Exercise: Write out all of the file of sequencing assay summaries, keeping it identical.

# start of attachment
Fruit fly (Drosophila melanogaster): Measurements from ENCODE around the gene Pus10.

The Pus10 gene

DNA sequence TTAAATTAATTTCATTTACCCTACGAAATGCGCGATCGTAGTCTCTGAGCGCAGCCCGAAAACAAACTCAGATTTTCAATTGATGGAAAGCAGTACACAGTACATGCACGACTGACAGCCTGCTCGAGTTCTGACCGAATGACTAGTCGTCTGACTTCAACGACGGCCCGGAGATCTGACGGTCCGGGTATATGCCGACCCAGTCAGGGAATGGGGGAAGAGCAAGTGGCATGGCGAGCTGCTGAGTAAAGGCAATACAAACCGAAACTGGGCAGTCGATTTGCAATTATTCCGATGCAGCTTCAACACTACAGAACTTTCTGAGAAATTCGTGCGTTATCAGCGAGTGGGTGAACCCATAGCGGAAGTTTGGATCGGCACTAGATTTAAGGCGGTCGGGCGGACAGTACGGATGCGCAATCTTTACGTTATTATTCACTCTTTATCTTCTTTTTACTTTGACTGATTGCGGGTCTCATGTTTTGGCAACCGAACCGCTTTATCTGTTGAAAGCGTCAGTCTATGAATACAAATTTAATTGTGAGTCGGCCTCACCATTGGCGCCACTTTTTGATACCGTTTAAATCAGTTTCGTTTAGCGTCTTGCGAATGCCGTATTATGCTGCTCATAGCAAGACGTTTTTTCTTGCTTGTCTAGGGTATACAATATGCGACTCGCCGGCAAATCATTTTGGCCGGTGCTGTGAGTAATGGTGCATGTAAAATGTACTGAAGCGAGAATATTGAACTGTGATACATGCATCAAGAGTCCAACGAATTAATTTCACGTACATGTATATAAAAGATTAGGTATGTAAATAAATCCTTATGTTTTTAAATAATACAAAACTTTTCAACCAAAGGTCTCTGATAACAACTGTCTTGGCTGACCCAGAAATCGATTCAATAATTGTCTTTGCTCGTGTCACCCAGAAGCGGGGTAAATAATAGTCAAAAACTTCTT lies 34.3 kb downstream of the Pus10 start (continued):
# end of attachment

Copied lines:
Fruit fly (Drosophila melanogaster): Measurements from ENCODE around the gene Pus10.

The Pus10 gene

DNA sequence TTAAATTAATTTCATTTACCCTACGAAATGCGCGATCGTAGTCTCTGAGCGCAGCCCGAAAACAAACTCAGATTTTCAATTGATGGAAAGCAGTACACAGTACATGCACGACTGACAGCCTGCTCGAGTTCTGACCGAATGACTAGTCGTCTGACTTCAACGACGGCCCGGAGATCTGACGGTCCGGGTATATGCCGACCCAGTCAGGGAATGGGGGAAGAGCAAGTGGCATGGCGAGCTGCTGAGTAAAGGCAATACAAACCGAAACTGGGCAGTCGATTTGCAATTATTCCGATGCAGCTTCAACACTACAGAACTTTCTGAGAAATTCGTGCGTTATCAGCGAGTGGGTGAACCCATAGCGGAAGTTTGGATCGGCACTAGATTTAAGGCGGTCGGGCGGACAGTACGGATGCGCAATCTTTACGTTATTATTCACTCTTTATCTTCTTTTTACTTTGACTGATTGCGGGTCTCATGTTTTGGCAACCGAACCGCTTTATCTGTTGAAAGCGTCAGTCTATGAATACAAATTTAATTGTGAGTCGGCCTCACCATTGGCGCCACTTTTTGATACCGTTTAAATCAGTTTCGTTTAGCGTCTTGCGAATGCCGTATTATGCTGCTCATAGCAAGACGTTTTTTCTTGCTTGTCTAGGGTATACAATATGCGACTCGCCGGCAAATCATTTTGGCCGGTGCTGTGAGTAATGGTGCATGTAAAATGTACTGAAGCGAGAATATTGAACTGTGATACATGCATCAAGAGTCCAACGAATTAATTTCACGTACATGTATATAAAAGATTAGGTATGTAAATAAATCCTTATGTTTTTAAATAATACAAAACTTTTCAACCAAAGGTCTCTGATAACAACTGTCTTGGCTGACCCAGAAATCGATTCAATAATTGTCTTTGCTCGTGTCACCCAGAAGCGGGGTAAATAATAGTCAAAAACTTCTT lies 34.3 kb downstream of the Pus10 start (continued):